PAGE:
The president of the International Association of Vehicle Manufacturers OICA says that U.S. auto makers risk being left behind. In an interview with Wardsauto, OICA-head Patrick Blain warned that European and Asian car companies are setting the pace while working together with their governments to reduce emissions and rising fuel costs.
OICA is the world’s umbrella organization of all auto manufacturer associations. OICA also represents the global auto industry at the United Nations. As OICA president, Blain is the auto industry’s ambassador to the UN.
In the interview with Wardsauto, Blain voiced his displeasure that U.S. auto makers who resist the adoption of U.N.-based international vehicle regulations, especially regarding emissions reduction.
Blain sees the July CAFE agreement as a step in the right direction, but only as the beginning of a tour along a rocky road:
“At last, they are entering into the natural discussion. Fighting like hell against technical regulations that make some sense to save the planet is a mistake. I think they have been fighting for too long, and they have been paying the price.”
Consumers are increasingly aware of emissions and fuel prices. According to Blair, American manufacturers are not ready to supply cars that meet those needs, while their Japanese and European competitors are.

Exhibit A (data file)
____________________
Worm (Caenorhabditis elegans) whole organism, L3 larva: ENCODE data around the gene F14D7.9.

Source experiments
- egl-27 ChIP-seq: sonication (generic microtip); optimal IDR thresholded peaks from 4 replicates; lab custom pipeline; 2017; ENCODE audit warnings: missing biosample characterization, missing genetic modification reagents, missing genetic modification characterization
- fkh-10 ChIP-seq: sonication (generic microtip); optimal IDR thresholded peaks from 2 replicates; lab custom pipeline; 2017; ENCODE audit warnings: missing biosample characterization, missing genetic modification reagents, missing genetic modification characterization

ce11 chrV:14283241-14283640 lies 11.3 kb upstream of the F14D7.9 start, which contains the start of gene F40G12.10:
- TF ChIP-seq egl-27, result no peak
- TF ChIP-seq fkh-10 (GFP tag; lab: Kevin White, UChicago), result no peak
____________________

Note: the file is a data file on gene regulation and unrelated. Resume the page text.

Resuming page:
Blair thinks the time is right for a truly global adoption of international standards, but he doubts that it will happen anytime soon.
“Twenty years ago, you had mature markets fighting with new markets to accept the same standards because that was easier for them, with new markets fighting to protect themselves. Now, it is more equilibrated. The world is now becoming truly global, so there is a common interest to have common standards.”
While the rest of the world either officially or for all practical matters adopts the UNECE standards, the U.S., and by extension Canada, becomes insular. Exports from the U.S. would become much easier if the U.S. automakers would abandon their resistance to global standards.
Patrick Blain was elected president of OICA in February 2011. Blain is president of the French Automobile Manufacturers’ Association CCFA. Blain spent most of his career at Renault (from 1977), where he held various managing positions. Blain replaced Dave McCurdy who had headed OICA in his capacity as president of the U.S. Alliance of Automobile Manufacturers.